Robert Serber (1909 - 1997)
Born March 14, 1909, in Philadelphia, Serber earned a doctorate in physics at the University of Wisconsin in 1934. He moved to the University of California, Berkeley, to work with J. Robert Oppenheimer. He later became an associate professor at the University of Illinois, until Oppenheimer, his friend and mentor, asked him to join him on the Manhattan Project.
During the summer of 1942 many of the basic principles of fission bomb physics and design were worked out. Serber developed the first good theory of bomb disassembly hydrodynamics. In April 1943, when scientists were first gathering at Los Alamos, Serber presented a series of five lectures which summarized all that was known at the time about designing and building an atomic bomb (mostly Serber's own work). His notes for those introductory sessions became the “Los Alamos Primer”.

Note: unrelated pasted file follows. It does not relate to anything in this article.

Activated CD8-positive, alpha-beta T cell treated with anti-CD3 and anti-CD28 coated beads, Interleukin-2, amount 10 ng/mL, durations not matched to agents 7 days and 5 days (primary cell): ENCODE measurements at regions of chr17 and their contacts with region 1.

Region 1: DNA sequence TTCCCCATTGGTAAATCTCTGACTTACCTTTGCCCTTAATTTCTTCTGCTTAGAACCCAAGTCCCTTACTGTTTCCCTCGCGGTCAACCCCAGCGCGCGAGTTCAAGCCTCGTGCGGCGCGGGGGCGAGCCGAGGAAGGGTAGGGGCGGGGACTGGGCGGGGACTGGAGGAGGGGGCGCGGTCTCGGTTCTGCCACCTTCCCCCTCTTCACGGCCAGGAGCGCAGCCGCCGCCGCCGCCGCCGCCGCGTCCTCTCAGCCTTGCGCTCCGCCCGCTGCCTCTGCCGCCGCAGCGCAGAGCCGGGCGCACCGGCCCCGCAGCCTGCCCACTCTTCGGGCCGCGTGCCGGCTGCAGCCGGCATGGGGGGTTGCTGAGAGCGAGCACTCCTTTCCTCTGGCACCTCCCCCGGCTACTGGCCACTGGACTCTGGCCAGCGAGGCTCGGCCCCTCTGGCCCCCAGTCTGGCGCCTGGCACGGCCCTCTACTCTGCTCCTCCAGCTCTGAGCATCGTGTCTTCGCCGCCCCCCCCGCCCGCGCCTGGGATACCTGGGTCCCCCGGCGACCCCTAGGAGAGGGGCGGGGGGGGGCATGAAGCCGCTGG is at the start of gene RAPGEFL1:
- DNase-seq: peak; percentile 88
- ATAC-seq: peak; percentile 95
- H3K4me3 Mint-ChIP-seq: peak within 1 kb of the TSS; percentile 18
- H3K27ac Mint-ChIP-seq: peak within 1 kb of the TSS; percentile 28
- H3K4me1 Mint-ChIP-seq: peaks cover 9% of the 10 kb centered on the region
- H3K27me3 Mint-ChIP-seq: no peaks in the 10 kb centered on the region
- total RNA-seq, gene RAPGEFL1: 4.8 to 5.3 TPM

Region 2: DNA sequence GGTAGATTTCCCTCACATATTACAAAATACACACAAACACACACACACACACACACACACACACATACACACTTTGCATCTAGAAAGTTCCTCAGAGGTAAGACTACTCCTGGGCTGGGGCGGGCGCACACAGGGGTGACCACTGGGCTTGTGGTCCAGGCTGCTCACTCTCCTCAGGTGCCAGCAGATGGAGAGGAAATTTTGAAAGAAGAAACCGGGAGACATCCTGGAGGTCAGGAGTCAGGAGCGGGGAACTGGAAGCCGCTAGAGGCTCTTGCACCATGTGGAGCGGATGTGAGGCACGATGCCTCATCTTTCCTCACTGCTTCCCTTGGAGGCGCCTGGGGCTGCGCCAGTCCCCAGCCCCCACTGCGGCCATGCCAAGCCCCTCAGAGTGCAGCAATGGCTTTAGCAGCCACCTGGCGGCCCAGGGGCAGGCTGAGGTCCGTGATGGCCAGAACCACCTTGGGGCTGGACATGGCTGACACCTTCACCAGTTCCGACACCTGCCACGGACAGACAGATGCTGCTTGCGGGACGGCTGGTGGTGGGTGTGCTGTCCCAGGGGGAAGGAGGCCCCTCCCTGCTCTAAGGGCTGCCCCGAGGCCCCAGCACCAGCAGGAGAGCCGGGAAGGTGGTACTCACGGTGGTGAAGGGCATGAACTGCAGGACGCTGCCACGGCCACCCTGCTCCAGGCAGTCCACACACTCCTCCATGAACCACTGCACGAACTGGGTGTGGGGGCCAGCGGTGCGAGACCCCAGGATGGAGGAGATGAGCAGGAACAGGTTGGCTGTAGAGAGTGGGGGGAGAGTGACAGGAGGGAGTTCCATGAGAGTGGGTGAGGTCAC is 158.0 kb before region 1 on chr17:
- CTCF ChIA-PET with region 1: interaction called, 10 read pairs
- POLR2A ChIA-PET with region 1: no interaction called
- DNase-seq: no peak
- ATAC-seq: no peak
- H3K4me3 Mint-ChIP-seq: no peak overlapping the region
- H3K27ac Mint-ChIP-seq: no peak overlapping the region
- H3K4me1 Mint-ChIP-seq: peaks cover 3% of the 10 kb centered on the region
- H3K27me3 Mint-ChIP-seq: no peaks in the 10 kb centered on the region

In early September 1945, he was with the first American team to enter Hiroshima and Nagasaki to assess the damage from the atomic bombs. He spent five weeks there to assess the damage and to collect debris for tests.
While he later became an advocate of arms control, he never became an outspoken critic of nuclear weapons, as did some other Manhattan Project scientists. He retired from Columbia University in 1978, and later was named a professor emeritus at the university. He died on June 1, 1997.